Further to our earlier news releases this week, Federal Finance Minister Bill Morneau announced today that the Government will not be moving forward with measures relating to the conversion of income into capital gains. This significant reversal of what the federal government had proposed is very good news and eliminates what could have been significant taxes on death and potentially on intergenerational transfers of businesses.
Under the proposed tax changes released on July 18, 2017, a non-arm’s length sale of shares to a family member for a gain of $1 million could have resulted in additional income taxes of about $185,400 when compared to the same sale had it been sold to an arm’s length party. This additional tax would have created unintended bias towards selling your business to an arm’s length purchaser.
We are glad that the Government had carefully thought about the potential implications in arriving at their decision. The consultation period which ended October 2, 2017, resulted in the federal government receiving over 21,000 written submissions and a lot of pressure from many groups and individuals.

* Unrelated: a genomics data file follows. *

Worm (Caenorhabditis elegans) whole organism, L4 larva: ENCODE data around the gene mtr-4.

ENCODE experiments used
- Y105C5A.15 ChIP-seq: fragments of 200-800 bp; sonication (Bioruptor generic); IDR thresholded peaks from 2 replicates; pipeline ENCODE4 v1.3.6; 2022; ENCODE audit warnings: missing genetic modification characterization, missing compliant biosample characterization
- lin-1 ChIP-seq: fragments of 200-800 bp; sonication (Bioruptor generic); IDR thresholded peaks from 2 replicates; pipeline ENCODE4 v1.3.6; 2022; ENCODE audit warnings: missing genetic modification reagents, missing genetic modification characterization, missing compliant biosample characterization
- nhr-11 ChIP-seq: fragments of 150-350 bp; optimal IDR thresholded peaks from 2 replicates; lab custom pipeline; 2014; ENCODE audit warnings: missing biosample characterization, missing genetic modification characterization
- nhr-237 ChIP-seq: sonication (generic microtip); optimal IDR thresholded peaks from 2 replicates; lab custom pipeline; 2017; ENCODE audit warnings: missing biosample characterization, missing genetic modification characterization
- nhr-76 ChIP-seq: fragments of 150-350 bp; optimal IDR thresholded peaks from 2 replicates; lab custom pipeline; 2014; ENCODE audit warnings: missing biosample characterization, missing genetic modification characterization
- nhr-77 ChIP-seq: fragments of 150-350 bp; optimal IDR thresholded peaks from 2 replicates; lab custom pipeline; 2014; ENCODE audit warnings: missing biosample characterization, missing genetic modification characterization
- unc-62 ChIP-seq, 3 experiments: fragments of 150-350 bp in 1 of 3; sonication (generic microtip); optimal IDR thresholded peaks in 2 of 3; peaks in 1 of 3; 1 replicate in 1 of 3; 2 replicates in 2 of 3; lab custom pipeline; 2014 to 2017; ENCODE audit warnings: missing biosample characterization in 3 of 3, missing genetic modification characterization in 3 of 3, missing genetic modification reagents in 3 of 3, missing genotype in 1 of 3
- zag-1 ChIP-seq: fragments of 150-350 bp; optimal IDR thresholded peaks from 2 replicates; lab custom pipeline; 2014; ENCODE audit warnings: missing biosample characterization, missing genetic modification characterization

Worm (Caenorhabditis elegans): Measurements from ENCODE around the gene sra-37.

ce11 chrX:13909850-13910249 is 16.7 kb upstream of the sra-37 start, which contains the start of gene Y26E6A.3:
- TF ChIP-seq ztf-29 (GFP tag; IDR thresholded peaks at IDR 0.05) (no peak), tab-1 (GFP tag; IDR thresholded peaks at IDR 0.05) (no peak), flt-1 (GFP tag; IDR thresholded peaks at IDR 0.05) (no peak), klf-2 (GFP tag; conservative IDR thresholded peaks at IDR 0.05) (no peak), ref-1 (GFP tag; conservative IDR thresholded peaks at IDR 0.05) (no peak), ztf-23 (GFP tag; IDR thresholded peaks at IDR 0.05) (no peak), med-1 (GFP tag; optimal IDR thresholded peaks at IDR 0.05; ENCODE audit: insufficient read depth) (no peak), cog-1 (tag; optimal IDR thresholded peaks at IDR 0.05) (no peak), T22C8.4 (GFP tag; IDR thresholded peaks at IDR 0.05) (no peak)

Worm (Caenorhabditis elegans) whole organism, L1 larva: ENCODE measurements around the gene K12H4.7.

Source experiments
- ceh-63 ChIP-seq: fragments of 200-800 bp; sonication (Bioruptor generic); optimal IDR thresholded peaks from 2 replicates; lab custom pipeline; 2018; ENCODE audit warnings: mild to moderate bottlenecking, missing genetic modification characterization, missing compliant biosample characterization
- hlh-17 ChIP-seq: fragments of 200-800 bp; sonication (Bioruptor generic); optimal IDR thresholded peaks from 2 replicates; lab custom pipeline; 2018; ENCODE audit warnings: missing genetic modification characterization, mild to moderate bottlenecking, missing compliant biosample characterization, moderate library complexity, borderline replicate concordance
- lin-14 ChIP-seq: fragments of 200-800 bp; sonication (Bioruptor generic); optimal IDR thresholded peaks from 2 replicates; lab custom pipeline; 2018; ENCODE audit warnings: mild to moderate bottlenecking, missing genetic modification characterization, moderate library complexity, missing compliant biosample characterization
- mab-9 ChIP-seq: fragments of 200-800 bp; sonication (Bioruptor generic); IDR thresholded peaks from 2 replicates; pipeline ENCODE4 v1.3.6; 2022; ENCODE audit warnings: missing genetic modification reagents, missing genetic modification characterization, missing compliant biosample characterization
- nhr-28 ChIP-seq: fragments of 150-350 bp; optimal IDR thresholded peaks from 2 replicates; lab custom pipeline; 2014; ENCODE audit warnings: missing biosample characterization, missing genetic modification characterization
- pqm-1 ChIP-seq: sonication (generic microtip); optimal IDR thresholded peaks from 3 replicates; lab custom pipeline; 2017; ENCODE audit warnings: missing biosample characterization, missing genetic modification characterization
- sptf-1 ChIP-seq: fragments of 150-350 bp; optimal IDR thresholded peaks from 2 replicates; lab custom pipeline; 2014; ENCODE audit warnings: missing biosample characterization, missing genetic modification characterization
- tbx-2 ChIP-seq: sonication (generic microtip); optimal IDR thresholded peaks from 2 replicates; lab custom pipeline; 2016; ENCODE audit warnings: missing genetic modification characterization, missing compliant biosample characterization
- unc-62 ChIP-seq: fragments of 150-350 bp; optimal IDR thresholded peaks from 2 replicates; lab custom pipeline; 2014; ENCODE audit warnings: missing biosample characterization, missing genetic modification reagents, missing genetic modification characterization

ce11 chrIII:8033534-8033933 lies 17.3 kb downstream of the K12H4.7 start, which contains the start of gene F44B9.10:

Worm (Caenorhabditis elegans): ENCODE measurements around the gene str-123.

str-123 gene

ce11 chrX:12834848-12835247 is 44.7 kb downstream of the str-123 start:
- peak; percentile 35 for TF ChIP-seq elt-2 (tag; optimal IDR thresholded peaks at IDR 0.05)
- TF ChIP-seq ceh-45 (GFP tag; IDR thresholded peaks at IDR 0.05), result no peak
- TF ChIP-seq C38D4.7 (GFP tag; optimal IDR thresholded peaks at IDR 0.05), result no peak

It is interesting to note that the Government’s reasoning for its decision was to avoid the unintended consequences in respect of taxation upon “death” and “intergenerational transfers of businesses”. Although it appears that the Government is shutting down this particular proposal entirely at this time, we will continue to monitor for any updates on anti-stripping rules that may not relate to these situations. We may expect this area of planning to be revisited in the future and may be reintroduced as part of the 2018 budget.
The Government indicated they will continue to look at developing new proposals to better accommodate intergenerational transfers of business while protecting the tax system. For more details of the press release, visit http://www.fin.gc.ca/n17/17-100-eng.asp and http://www.fin.gc.ca/n17/data/17-100_1-eng.asp .
We will keep you updated as more information is made available.